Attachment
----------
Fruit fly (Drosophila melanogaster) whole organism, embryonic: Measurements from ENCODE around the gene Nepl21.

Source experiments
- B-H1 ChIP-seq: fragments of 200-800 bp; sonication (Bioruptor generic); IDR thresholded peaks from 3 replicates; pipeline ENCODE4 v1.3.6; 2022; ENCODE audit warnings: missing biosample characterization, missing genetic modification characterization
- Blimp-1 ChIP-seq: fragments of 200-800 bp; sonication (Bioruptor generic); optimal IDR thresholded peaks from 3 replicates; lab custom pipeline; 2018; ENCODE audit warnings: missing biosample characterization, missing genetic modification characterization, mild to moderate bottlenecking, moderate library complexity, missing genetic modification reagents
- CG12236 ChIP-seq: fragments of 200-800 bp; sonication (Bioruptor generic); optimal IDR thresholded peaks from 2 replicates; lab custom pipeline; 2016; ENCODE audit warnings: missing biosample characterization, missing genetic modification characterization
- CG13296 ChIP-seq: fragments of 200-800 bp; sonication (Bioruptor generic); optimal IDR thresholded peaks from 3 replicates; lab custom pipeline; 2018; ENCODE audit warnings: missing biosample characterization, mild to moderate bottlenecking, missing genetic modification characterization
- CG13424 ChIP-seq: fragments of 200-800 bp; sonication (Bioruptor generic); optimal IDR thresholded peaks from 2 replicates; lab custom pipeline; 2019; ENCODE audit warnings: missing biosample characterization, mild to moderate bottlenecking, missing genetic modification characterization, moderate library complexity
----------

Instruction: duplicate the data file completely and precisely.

Fruit fly (Drosophila melanogaster) whole organism, embryonic: Measurements from ENCODE around the gene Nepl21.

Source experiments
- B-H1 ChIP-seq: fragments of 200-800 bp; sonication (Bioruptor generic); IDR thresholded peaks from 3 replicates; pipeline ENCODE4 v1.3.6; 2022; ENCODE audit warnings: missing biosample characterization, missing genetic modification characterization
- Blimp-1 ChIP-seq: fragments of 200-800 bp; sonication (Bioruptor generic); optimal IDR thresholded peaks from 3 replicates; lab custom pipeline; 2018; ENCODE audit warnings: missing biosample characterization, missing genetic modification characterization, mild to moderate bottlenecking, moderate library complexity, missing genetic modification reagents
- CG12236 ChIP-seq: fragments of 200-800 bp; sonication (Bioruptor generic); optimal IDR thresholded peaks from 2 replicates; lab custom pipeline; 2016; ENCODE audit warnings: missing biosample characterization, missing genetic modification characterization
- CG13296 ChIP-seq: fragments of 200-800 bp; sonication (Bioruptor generic); optimal IDR thresholded peaks from 3 replicates; lab custom pipeline; 2018; ENCODE audit warnings: missing biosample characterization, mild to moderate bottlenecking, missing genetic modification characterization
- CG13424 ChIP-seq: fragments of 200-800 bp; sonication (Bioruptor generic); optimal IDR thresholded peaks from 2 replicates; lab custom pipeline; 2019; ENCODE audit warnings: missing biosample characterization, mild to moderate bottlenecking, missing genetic modification characterization, moderate library complexity